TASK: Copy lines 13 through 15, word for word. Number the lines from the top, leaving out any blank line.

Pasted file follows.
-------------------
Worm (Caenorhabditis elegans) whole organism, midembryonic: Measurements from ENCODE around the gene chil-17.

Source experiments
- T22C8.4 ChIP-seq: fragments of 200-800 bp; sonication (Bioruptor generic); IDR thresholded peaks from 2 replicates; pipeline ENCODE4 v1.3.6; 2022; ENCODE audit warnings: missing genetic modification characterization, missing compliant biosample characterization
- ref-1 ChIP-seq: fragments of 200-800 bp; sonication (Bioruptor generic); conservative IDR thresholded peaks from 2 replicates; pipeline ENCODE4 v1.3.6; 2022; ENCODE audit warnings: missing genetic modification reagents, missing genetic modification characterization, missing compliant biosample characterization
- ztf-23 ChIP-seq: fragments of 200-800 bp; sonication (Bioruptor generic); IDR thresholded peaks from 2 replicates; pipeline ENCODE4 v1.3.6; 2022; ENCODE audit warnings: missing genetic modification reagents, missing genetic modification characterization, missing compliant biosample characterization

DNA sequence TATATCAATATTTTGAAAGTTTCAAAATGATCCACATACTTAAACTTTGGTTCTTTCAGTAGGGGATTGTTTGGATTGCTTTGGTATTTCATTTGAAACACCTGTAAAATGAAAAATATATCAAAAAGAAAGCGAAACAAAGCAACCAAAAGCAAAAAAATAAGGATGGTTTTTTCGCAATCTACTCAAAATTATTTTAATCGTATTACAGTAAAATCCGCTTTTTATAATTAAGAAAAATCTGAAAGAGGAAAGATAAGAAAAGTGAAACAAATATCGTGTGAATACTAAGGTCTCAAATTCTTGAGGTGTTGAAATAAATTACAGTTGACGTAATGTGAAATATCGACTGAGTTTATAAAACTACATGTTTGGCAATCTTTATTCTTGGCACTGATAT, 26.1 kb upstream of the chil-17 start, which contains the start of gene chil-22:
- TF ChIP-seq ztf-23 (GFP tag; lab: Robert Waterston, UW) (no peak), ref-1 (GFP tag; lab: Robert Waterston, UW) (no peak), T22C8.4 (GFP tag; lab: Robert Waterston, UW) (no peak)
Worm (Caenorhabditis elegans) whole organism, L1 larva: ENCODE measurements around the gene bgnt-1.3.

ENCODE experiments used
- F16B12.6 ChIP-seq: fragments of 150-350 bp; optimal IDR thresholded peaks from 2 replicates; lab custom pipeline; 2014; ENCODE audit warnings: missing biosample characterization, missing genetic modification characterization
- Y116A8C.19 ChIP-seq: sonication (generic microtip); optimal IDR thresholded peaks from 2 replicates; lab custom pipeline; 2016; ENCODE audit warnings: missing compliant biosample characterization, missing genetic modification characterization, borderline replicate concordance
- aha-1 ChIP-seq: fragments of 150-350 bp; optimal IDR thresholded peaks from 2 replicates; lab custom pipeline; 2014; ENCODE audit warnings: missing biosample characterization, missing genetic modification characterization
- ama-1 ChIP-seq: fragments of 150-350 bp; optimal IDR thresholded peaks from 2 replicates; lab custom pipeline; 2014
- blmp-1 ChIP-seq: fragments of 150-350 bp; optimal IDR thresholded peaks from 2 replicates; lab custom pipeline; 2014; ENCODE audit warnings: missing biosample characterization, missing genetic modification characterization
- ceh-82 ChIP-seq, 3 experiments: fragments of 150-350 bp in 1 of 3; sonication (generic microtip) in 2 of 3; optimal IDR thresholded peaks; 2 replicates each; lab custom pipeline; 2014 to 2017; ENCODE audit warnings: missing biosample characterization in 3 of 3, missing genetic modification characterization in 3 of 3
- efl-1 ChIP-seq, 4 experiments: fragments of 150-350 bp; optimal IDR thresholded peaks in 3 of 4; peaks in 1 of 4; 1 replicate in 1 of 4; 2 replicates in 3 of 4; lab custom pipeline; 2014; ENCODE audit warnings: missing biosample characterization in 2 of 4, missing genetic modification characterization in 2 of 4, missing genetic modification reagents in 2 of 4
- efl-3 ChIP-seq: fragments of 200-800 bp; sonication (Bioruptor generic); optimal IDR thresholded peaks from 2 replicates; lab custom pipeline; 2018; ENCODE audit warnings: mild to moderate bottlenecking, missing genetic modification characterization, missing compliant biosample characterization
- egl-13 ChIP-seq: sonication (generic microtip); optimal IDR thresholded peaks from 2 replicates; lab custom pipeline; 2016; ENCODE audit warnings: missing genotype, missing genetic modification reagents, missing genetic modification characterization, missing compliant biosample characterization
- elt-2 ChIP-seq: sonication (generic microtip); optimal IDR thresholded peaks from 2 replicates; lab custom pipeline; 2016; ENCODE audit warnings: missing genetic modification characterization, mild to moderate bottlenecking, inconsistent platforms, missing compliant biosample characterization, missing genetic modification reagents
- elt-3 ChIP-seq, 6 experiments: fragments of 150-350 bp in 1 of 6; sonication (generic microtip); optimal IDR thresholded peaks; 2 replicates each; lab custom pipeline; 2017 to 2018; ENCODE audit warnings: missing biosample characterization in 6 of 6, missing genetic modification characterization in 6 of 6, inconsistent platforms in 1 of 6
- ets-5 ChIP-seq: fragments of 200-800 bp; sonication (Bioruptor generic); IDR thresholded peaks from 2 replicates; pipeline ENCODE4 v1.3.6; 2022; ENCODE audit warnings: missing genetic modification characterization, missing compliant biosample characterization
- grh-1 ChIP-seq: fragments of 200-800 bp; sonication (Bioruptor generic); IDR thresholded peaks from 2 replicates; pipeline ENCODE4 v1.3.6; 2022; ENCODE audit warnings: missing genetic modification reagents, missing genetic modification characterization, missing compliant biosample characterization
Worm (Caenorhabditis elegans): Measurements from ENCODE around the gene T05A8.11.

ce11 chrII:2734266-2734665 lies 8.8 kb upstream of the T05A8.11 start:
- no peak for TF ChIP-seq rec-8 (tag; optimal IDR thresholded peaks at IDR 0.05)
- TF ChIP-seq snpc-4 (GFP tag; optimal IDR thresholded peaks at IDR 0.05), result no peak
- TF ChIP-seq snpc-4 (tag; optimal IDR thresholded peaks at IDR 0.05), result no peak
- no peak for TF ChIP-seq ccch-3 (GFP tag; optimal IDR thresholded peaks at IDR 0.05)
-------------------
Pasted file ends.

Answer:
- ama-1 ChIP-seq: fragments of 150-350 bp; optimal IDR thresholded peaks from 2 replicates; lab custom pipeline; 2014
- blmp-1 ChIP-seq: fragments of 150-350 bp; optimal IDR thresholded peaks from 2 replicates; lab custom pipeline; 2014; ENCODE audit warnings: missing biosample characterization, missing genetic modification characterization
- ceh-82 ChIP-seq, 3 experiments: fragments of 150-350 bp in 1 of 3; sonication (generic microtip) in 2 of 3; optimal IDR thresholded peaks; 2 replicates each; lab custom pipeline; 2014 to 2017; ENCODE audit warnings: missing biosample characterization in 3 of 3, missing genetic modification characterization in 3 of 3